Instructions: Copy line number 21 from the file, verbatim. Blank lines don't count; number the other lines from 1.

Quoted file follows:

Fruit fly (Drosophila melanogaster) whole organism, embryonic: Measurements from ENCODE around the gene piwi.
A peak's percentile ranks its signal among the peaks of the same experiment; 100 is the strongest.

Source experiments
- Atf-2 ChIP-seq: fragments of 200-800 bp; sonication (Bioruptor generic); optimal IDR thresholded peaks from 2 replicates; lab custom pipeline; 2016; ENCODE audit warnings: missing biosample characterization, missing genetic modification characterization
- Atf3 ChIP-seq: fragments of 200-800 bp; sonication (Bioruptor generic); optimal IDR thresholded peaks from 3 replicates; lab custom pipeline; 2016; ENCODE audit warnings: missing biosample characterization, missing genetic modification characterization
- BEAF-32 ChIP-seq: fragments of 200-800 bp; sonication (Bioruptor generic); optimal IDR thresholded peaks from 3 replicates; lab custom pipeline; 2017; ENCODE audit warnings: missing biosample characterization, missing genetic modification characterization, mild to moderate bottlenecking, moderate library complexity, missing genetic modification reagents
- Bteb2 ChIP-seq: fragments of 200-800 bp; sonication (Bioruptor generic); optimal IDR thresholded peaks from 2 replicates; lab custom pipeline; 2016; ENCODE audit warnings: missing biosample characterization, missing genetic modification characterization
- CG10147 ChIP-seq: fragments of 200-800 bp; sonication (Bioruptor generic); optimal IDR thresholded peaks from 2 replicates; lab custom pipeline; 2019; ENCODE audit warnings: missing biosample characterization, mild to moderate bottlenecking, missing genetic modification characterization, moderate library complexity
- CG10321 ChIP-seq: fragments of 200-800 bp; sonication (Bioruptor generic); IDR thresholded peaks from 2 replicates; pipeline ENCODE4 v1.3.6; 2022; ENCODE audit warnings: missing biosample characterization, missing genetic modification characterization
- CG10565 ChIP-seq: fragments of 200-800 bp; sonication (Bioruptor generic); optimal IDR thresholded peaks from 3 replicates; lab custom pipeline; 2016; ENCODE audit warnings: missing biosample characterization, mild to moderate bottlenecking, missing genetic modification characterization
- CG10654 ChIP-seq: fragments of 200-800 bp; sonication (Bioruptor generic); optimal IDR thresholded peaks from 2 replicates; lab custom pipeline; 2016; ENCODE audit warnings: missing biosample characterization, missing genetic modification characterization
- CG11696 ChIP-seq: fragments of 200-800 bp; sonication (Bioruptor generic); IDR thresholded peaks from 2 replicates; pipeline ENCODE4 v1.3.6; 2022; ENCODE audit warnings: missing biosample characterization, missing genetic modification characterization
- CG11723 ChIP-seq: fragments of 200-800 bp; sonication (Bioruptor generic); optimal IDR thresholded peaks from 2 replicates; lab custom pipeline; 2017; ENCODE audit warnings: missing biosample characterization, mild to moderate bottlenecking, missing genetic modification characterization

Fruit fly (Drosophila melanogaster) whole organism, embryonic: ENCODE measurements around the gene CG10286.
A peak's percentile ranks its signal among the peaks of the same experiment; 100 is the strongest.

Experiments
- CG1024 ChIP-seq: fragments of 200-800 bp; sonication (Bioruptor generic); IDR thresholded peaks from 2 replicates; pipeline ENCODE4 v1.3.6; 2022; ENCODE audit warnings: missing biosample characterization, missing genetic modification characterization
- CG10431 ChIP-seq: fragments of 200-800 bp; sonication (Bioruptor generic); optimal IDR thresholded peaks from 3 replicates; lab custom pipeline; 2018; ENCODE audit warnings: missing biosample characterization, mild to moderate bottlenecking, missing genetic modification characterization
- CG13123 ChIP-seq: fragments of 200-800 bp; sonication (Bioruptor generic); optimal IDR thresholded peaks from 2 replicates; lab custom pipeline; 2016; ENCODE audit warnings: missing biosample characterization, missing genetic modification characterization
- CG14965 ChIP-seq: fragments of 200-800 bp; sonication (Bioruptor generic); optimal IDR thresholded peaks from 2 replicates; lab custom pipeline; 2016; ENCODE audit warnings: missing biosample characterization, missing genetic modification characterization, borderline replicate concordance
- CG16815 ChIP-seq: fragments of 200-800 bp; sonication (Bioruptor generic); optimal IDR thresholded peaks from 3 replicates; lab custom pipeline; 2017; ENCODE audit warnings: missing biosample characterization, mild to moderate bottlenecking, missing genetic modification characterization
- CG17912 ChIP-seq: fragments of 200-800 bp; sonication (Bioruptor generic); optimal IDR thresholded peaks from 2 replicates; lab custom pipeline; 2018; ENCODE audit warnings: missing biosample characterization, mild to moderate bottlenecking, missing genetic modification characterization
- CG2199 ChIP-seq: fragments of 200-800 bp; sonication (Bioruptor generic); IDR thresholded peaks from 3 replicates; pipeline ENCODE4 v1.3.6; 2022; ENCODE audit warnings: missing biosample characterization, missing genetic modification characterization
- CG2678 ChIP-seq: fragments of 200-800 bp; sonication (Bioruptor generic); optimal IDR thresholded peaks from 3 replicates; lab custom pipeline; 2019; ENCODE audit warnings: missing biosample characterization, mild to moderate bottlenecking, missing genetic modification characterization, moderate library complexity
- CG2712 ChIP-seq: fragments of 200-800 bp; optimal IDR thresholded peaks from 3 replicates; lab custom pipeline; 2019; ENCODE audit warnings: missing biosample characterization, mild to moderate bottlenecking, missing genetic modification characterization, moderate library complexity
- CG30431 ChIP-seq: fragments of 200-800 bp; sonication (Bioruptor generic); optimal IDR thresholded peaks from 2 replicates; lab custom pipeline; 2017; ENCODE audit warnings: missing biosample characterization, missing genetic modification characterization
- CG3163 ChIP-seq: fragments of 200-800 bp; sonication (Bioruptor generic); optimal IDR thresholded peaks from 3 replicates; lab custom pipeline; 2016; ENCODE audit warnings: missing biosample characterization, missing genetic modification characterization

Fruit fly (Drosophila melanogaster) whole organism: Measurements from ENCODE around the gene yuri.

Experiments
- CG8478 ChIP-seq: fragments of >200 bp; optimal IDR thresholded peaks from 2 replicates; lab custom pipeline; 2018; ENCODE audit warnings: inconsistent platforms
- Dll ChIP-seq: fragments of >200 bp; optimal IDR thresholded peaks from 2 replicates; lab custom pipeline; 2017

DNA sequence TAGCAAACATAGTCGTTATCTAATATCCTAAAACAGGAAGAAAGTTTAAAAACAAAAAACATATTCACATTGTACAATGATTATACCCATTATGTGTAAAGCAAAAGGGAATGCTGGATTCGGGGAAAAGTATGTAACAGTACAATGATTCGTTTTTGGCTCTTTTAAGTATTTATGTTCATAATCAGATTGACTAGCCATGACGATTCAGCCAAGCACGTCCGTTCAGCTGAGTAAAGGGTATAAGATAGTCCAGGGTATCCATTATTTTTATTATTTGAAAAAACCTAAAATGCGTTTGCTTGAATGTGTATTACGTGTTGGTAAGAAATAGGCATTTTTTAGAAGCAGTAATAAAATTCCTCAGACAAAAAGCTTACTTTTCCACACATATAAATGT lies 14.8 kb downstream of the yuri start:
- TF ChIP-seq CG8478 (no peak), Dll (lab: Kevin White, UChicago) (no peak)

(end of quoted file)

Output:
- CG16815 ChIP-seq: fragments of 200-800 bp; sonication (Bioruptor generic); optimal IDR thresholded peaks from 3 replicates; lab custom pipeline; 2017; ENCODE audit warnings: missing biosample characterization, mild to moderate bottlenecking, missing genetic modification characterization